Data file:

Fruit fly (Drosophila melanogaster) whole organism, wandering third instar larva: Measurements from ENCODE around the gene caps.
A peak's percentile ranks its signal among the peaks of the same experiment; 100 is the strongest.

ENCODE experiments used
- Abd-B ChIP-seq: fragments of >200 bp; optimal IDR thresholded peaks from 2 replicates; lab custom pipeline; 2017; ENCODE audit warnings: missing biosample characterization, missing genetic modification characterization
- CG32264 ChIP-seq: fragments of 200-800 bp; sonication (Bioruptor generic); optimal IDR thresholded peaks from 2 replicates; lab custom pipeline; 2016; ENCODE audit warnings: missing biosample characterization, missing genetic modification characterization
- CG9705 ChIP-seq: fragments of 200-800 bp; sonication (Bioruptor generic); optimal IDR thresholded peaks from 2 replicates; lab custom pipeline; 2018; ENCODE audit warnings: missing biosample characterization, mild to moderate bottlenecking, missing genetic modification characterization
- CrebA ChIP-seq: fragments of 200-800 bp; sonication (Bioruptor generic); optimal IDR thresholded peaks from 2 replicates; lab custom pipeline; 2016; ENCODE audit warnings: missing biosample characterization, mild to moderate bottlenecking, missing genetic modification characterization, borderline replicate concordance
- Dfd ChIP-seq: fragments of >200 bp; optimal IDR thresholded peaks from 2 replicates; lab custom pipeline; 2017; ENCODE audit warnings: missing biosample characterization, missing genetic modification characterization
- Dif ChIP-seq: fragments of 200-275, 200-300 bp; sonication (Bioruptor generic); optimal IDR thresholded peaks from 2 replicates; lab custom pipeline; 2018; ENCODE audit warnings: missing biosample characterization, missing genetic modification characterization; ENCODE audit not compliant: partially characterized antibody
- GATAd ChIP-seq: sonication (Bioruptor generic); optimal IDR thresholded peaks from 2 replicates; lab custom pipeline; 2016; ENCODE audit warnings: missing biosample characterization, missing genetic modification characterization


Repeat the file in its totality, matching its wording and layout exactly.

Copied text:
Fruit fly (Drosophila melanogaster) whole organism, wandering third instar larva: Measurements from ENCODE around the gene caps.
A peak's percentile ranks its signal among the peaks of the same experiment; 100 is the strongest.

ENCODE experiments used
- Abd-B ChIP-seq: fragments of >200 bp; optimal IDR thresholded peaks from 2 replicates; lab custom pipeline; 2017; ENCODE audit warnings: missing biosample characterization, missing genetic modification characterization
- CG32264 ChIP-seq: fragments of 200-800 bp; sonication (Bioruptor generic); optimal IDR thresholded peaks from 2 replicates; lab custom pipeline; 2016; ENCODE audit warnings: missing biosample characterization, missing genetic modification characterization
- CG9705 ChIP-seq: fragments of 200-800 bp; sonication (Bioruptor generic); optimal IDR thresholded peaks from 2 replicates; lab custom pipeline; 2018; ENCODE audit warnings: missing biosample characterization, mild to moderate bottlenecking, missing genetic modification characterization
- CrebA ChIP-seq: fragments of 200-800 bp; sonication (Bioruptor generic); optimal IDR thresholded peaks from 2 replicates; lab custom pipeline; 2016; ENCODE audit warnings: missing biosample characterization, mild to moderate bottlenecking, missing genetic modification characterization, borderline replicate concordance
- Dfd ChIP-seq: fragments of >200 bp; optimal IDR thresholded peaks from 2 replicates; lab custom pipeline; 2017; ENCODE audit warnings: missing biosample characterization, missing genetic modification characterization
- Dif ChIP-seq: fragments of 200-275, 200-300 bp; sonication (Bioruptor generic); optimal IDR thresholded peaks from 2 replicates; lab custom pipeline; 2018; ENCODE audit warnings: missing biosample characterization, missing genetic modification characterization; ENCODE audit not compliant: partially characterized antibody
- GATAd ChIP-seq: sonication (Bioruptor generic); optimal IDR thresholded peaks from 2 replicates; lab custom pipeline; 2016; ENCODE audit warnings: missing biosample characterization, missing genetic modification characterization